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  1. 1 point
    I enjoyed reading this post from more than a decade ago. Sulla's skin disease has been discussed frequently in past. From Plutarch's "Parallel Lives, Sulla:" http://penelope.uchicago.edu/Thayer/E/Roman/Texts/Plutarch/Lives/Sulla*.html Although suggested by many (and certainly consistent with some features of Sulla's presentation), secondary and tertiary syphilis are unlikely since the virulent form of syphilis causing this eruption was unknown in Europe at the time. http://www.casa-kvsa.org.za/1961/AC04-06-Carney.pdf Perhaps Sulla suffered from a not-too-rare condition in the elderly known as bullous pemphigoid. Without treatment, patients with bullous pemphigoid suffer from intact blisters and erosions that frequently become secondarily infected with bacteria. Whatever the primary cause of the skin eruption, maggots can lay eggs on these or any other open wounds (myiasis). (Image of dog suffering from myiasis.) guy also known as gaius
  2. 1 point
    Here is an interesting review of a new book: https://www.nationalreview.com/2019/11/book-review-long-live-latin-pleasures-of-a-dead-language/ guy also known as gaius
  3. 1 point
    One thing about armour manufacture - why was so much armour needed? The thing about swords, helmets and the like is that they do not wear out and can last several generations of soldiers. For example modern re-enactment groups will tell you that once you have some chain mail, you never simply discard it because making more is such a swine. Instead it gets used and reused, and woven into different sets of armour. We know the ancient Greeks had family sets of armour passed from father to son, and I'd be surprised if the legion did not take - or buy- a soldier's armour from him for re-use when he retired. So surely a fabrica was topping up an existing armour supply rather than making new gear for every recruit?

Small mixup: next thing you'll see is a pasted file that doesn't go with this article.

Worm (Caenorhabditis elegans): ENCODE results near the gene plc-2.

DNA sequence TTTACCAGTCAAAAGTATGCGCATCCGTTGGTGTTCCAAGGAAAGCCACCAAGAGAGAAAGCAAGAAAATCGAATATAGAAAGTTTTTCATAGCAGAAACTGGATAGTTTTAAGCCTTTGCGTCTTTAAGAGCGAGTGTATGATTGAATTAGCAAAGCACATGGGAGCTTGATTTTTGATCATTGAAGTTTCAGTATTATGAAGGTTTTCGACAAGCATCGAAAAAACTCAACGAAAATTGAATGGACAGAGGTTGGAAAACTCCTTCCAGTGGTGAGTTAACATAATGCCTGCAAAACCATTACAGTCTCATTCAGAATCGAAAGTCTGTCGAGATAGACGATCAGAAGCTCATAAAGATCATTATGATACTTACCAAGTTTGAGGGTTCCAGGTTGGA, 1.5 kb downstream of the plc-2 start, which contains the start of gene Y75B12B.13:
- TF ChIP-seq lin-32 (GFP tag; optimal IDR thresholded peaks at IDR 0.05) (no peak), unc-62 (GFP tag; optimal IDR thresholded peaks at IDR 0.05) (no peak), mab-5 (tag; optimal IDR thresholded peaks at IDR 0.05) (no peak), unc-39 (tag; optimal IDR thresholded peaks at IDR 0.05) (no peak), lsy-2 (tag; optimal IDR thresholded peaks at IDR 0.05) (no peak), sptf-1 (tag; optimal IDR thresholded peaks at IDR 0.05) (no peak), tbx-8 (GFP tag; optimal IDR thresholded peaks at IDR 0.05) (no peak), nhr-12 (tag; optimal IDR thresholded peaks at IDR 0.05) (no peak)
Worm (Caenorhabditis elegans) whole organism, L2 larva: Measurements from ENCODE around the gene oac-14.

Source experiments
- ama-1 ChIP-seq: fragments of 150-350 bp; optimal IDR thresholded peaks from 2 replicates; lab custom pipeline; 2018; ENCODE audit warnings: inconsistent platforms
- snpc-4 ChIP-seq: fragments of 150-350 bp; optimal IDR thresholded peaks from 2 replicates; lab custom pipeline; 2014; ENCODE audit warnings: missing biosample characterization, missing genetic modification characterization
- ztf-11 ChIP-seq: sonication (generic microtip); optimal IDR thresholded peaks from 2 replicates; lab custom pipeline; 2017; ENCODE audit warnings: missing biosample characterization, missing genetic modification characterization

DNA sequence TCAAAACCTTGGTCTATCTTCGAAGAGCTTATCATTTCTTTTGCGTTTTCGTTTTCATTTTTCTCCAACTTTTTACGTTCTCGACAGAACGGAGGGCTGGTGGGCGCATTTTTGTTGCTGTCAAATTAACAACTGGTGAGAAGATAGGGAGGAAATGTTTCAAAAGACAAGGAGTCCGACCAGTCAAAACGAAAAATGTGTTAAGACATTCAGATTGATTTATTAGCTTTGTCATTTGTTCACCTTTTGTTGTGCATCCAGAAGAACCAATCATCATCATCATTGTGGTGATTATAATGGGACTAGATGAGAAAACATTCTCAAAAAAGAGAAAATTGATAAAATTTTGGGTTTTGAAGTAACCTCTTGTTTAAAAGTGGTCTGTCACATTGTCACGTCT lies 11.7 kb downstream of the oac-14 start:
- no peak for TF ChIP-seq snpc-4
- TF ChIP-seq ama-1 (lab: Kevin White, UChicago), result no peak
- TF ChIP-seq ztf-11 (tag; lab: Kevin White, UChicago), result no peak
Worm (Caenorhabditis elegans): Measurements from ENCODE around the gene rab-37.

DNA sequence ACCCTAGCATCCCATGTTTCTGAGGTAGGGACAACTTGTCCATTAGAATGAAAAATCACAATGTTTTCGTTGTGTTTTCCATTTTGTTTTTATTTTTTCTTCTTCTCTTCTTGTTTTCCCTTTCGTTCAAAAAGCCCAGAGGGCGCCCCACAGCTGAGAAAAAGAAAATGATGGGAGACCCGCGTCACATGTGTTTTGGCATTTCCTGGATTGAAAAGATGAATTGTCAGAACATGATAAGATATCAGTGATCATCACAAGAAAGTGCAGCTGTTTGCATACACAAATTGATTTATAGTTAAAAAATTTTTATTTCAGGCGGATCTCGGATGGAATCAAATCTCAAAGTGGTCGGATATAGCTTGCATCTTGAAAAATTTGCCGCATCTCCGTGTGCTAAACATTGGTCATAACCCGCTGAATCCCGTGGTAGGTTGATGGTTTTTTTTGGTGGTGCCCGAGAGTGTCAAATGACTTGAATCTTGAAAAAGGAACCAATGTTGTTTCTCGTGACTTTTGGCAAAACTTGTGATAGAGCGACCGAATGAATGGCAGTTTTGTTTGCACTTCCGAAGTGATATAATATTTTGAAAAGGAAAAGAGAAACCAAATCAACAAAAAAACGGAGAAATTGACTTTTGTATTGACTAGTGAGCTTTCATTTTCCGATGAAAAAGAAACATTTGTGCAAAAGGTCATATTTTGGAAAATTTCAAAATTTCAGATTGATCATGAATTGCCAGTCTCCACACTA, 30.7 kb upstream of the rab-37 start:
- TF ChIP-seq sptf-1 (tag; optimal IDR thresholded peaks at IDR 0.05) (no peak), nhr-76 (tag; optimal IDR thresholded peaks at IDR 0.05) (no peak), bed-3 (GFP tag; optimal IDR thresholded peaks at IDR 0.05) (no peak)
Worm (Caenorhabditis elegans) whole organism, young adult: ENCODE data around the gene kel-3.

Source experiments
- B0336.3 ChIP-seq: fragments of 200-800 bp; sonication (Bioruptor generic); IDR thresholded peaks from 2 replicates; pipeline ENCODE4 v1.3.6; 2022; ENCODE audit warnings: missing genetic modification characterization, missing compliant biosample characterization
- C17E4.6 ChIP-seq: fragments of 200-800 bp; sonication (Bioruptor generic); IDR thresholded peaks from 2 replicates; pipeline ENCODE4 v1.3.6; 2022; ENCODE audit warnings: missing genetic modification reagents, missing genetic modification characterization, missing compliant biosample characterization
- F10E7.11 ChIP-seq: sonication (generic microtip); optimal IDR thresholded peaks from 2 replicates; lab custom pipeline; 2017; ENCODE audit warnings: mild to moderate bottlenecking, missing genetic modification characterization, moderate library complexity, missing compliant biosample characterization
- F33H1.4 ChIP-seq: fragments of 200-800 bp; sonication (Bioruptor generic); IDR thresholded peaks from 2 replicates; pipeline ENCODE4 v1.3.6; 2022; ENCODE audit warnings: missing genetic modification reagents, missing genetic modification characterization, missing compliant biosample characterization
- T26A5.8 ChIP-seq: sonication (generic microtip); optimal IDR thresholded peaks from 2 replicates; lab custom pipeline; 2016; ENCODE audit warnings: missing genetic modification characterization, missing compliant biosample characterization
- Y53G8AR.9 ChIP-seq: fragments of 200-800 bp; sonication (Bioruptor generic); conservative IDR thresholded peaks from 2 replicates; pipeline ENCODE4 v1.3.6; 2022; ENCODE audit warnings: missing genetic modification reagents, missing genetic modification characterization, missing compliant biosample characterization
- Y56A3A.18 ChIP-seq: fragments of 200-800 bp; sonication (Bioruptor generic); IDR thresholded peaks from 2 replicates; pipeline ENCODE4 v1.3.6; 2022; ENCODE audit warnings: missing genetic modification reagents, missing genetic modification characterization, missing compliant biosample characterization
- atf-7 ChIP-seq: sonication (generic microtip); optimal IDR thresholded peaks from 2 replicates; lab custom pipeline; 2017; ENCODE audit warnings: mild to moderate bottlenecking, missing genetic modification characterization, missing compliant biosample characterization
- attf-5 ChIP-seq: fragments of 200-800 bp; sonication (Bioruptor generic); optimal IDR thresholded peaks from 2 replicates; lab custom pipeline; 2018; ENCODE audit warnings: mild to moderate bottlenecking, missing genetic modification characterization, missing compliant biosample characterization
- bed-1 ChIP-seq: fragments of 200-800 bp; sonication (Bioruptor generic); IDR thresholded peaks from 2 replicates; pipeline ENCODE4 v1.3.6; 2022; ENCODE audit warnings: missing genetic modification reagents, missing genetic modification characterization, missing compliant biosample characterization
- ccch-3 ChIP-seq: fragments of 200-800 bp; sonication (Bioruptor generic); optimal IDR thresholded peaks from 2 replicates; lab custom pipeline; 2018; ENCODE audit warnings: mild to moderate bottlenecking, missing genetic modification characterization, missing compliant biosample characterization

4. 1 point
    Clearly McCullough did her research, as did novelists such as Robert Graves, but a novelists nature is always to take that research and insert their own interpretations of it. Are they wrong? Not necessarily, but there is often not enough actual historical to support some of the details. However, in this case, Plutarch provides some interesting information. He, unlike us unfortunately, would've also had access to Sulla's personal memoirs. Plutarch provides a decent summary of the 'blotchy' skin condition in Life of Sulla ch 2 Describing his death, Plutarch goes on to explain the condition with worms that Kosmo mentioned. Life of Sulla ch. 36
  5. 1 point
    He had some sort of skin disease with open ulceration. I don't remeber where I've read that maggots crawled from one to the other.
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